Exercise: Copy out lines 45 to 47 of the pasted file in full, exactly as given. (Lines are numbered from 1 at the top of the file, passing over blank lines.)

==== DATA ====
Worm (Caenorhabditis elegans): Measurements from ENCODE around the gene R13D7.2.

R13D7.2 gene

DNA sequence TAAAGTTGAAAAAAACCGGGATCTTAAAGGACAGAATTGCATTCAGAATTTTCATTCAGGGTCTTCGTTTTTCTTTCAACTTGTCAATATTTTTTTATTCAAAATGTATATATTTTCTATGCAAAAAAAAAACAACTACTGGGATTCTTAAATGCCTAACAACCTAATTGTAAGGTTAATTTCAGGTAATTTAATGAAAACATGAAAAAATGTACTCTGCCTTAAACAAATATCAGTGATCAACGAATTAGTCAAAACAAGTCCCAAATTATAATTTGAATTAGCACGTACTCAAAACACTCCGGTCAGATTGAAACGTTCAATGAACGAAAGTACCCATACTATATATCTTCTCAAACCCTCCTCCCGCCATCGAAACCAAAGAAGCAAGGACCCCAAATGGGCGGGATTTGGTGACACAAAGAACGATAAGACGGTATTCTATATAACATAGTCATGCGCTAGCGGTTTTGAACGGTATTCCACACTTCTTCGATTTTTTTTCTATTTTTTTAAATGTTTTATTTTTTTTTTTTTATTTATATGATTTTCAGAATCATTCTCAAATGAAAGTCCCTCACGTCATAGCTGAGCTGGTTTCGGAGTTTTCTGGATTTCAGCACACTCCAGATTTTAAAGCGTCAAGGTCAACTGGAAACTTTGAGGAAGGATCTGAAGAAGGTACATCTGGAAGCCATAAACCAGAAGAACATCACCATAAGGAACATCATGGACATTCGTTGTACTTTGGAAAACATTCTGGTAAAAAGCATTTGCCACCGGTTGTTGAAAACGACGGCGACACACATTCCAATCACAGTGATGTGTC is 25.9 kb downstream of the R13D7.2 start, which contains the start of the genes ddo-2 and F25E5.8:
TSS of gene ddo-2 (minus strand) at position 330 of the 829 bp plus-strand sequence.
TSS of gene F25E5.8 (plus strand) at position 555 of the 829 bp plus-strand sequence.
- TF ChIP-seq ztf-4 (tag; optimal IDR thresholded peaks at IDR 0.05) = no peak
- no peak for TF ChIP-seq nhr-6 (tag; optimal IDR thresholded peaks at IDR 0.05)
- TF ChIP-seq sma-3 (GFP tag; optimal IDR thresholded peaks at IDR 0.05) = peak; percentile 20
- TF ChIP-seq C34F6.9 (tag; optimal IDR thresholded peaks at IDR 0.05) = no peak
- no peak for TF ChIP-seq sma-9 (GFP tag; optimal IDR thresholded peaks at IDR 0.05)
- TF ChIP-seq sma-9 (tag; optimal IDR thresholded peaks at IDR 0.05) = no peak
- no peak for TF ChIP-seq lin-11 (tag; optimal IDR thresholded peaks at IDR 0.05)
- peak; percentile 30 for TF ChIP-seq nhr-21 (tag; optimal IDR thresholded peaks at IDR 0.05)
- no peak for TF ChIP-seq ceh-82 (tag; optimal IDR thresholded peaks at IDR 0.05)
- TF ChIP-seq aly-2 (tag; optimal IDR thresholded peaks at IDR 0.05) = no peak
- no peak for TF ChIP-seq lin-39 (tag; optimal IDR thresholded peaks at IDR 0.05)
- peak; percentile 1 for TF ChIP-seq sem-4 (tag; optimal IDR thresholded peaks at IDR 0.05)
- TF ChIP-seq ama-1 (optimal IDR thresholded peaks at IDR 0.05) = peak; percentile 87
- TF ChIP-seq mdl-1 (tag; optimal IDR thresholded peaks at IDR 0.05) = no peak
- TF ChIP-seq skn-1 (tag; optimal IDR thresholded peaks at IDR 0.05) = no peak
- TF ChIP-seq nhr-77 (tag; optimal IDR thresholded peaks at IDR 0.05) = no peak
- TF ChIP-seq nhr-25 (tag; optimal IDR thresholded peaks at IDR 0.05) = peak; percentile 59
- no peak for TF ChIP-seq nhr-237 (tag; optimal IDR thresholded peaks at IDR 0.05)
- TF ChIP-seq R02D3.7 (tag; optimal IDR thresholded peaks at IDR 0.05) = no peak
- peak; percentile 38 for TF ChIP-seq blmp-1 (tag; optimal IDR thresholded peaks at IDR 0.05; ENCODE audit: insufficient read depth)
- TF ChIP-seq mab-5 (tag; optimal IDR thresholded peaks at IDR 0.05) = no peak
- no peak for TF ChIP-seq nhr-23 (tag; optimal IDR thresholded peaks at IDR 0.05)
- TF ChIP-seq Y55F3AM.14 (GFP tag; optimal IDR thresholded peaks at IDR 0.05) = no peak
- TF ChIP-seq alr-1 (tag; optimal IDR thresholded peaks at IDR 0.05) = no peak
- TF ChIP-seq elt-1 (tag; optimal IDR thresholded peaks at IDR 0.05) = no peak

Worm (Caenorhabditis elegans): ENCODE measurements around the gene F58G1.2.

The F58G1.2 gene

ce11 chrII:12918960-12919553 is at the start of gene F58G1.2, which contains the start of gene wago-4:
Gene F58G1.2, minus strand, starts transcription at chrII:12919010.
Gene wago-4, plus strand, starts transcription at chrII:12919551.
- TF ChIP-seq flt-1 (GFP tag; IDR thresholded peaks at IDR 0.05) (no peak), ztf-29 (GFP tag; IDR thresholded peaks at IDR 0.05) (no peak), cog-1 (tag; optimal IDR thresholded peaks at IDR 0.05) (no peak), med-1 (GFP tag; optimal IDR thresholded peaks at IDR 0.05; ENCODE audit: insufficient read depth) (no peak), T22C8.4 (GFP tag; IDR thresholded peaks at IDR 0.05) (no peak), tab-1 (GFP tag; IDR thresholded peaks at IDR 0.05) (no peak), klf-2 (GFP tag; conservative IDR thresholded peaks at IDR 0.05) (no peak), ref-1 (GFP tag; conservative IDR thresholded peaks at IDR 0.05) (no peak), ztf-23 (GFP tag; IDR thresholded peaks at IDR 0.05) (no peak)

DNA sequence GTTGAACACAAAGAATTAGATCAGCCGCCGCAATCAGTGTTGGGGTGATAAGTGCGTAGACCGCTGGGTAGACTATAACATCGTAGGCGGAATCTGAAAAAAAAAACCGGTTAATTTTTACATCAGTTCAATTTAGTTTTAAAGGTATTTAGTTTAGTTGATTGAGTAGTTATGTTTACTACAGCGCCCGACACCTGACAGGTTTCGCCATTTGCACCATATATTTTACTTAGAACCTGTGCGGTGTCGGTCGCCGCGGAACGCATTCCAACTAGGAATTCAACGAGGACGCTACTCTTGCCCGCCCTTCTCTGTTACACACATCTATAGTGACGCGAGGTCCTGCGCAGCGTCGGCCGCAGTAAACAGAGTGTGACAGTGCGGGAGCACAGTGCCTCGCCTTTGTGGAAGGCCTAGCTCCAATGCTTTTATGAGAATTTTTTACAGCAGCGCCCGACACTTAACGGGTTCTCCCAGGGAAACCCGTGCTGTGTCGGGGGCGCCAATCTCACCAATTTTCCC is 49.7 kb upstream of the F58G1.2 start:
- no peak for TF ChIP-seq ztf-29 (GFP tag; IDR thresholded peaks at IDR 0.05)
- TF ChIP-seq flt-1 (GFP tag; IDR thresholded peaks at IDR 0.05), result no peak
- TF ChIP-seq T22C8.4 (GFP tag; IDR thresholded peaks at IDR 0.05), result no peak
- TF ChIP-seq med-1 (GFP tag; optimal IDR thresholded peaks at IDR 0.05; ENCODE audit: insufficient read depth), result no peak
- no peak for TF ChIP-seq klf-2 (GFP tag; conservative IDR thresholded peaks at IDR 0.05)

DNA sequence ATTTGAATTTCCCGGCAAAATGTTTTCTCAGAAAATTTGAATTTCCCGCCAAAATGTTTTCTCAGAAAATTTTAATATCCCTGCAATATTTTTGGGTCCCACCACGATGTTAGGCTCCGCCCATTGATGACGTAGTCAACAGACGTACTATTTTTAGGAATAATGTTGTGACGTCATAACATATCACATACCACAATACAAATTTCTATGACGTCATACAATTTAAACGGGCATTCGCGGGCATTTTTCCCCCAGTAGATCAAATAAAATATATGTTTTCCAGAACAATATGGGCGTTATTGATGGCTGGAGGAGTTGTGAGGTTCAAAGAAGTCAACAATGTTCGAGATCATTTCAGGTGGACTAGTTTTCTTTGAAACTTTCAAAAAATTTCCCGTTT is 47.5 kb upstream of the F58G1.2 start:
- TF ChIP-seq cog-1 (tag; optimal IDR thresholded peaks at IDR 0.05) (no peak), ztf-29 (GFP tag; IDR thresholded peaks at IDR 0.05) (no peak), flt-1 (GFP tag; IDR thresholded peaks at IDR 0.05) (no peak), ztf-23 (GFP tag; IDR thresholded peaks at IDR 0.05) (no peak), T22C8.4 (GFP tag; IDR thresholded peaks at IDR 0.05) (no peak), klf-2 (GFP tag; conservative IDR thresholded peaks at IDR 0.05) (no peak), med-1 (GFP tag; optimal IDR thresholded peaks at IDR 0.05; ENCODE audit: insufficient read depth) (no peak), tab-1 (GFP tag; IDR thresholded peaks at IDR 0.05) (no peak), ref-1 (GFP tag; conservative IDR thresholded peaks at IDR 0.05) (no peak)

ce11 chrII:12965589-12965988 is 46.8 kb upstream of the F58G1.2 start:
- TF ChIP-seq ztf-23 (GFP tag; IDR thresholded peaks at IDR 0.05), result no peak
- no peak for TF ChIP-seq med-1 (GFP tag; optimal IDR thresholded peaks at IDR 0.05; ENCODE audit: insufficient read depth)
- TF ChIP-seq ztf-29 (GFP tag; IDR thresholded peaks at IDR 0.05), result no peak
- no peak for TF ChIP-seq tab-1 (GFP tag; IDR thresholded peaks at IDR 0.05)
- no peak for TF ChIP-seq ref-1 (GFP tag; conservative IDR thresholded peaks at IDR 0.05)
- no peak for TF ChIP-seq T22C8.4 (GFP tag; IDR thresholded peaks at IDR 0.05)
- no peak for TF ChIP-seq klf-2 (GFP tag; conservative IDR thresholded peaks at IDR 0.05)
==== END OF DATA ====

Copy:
ce11 chrII:12965589-12965988 is 46.8 kb upstream of the F58G1.2 start:
- TF ChIP-seq ztf-23 (GFP tag; IDR thresholded peaks at IDR 0.05), result no peak
- no peak for TF ChIP-seq med-1 (GFP tag; optimal IDR thresholded peaks at IDR 0.05; ENCODE audit: insufficient read depth)